What do you know about the Philadelphians killed by guns this year? At least know their names.
By Helen Ubiñas
Published July 11, 2020
Even in a “normal” year, most of their stories would never be told.
At best they’d be reduced to a handful of lines in a media alert: “At 10:24 a.m., a 27-year-old Black male was shot multiple times to the chest. He was transported to Temple University Hospital by police and is currently listed in critical condition. Scene held. No arrest. No weapon recovered.”
And then: “Update: He was pronounced at 10:41 p.m.”
That’s it, an entire life ending in a paragraph that may not even make the daily newspaper.
In a year like this one, even fewer stories will be heard.
The cracks that gun violence victims usually fall through have been made wider this year by a pandemic that disproportionately kills Blacks and Latinos, despite a national reckoning on racial justice that has put the spotlight on inequality in America.
It’s hard not to wonder the difference that reckoning might have made had it come earlier for those who lost their lives under the same systemic racism.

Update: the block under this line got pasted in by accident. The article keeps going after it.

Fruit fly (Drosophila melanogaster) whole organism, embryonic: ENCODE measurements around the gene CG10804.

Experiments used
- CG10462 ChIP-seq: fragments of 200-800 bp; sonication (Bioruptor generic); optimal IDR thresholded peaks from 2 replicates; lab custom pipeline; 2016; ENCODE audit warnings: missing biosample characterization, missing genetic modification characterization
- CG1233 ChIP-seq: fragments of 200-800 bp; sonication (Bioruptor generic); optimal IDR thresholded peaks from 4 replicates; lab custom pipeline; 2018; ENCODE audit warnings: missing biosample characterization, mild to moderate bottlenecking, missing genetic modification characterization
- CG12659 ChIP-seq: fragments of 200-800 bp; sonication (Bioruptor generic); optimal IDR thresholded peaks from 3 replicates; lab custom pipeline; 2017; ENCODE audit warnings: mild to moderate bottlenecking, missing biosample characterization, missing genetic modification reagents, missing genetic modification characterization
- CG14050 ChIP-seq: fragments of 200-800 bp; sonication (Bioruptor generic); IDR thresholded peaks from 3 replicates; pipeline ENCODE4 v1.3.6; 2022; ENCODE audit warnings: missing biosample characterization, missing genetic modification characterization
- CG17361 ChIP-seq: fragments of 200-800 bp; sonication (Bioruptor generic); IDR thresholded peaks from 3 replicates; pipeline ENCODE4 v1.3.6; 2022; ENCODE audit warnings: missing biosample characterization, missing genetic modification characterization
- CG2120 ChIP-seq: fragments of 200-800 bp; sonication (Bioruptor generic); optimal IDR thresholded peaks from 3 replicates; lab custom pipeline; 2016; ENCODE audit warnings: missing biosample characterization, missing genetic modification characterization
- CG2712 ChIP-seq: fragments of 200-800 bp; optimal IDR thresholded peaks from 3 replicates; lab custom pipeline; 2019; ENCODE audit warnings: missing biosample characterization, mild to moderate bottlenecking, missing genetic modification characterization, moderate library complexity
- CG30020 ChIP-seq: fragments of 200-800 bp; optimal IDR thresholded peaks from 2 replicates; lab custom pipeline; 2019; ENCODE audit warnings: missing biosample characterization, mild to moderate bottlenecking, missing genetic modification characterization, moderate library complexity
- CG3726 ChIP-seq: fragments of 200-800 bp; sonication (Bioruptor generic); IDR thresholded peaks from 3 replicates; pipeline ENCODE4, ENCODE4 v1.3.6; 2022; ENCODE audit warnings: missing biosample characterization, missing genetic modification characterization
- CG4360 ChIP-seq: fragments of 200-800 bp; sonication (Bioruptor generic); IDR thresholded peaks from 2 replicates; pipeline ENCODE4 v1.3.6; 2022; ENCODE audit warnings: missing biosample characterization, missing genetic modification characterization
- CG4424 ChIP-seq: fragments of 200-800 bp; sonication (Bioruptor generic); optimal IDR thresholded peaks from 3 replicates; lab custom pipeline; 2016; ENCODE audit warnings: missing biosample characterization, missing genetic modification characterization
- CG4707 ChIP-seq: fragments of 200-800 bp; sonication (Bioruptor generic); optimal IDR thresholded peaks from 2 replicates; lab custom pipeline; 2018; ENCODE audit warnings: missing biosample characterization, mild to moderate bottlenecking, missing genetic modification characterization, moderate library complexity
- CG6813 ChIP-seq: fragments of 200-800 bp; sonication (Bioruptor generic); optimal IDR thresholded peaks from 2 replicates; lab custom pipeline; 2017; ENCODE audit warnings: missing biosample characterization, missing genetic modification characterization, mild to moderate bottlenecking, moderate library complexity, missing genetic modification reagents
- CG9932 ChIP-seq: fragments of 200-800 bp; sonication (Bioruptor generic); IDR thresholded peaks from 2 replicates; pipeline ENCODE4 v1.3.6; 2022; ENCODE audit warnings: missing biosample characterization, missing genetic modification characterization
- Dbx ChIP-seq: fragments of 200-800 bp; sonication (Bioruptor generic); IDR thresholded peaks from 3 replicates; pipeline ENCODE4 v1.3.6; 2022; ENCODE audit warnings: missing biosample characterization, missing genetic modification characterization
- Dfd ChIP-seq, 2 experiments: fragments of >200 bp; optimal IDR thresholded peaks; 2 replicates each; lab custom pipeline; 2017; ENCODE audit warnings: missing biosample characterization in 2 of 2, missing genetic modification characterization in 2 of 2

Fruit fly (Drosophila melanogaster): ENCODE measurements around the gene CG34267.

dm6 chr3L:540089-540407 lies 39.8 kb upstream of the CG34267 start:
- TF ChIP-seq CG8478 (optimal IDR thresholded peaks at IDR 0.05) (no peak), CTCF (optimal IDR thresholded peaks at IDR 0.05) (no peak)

To look at the ever-growing list of those killed by guns so far this year, some things are obvious: Most of the people whose lives were cut short were young, Black men, mostly in their 20s.
But that is not the beginning or the end. There was more to all of their lives. They were sons, brothers and friends. They were loved. They were here.
While we mark the lives and deaths of those we have lost to the coronavirus, we should do the same for those lost to an epidemic that has been raging mostly unchecked for years.
Help me do that. Send me a photograph of your loved one, call (215-854-5943), or email (firstname.lastname@example.org), and leave a remembrance.
We’re only halfway through the year, and as I write this column, 196 people have been fatally shot in the city as of July 9. By the time you read this, there will only be more.